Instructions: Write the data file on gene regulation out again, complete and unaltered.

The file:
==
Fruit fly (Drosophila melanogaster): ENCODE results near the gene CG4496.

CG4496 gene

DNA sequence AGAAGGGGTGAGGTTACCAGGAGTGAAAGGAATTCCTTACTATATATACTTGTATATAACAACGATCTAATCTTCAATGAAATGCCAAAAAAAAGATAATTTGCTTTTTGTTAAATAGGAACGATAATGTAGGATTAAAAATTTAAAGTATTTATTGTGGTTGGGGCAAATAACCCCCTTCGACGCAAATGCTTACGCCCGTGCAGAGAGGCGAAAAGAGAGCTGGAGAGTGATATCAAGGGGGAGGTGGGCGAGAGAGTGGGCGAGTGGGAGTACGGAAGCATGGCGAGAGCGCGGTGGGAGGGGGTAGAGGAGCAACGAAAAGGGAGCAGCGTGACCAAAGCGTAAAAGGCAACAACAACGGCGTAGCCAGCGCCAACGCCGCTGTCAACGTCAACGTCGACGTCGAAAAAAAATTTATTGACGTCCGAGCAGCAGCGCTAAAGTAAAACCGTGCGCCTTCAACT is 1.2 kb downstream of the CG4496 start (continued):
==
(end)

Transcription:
Fruit fly (Drosophila melanogaster): ENCODE results near the gene CG4496.

CG4496 gene

DNA sequence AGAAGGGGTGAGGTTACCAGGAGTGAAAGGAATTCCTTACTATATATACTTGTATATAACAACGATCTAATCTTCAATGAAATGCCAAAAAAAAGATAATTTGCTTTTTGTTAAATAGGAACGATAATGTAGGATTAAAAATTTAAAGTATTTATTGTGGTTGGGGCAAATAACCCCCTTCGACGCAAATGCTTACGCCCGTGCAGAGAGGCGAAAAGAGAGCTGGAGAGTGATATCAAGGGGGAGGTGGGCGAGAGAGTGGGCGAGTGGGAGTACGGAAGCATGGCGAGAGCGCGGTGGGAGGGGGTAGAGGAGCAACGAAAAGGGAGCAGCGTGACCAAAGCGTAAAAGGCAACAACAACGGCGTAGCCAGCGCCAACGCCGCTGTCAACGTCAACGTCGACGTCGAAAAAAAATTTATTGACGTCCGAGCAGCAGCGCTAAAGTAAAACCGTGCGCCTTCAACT is 1.2 kb downstream of the CG4496 start (continued):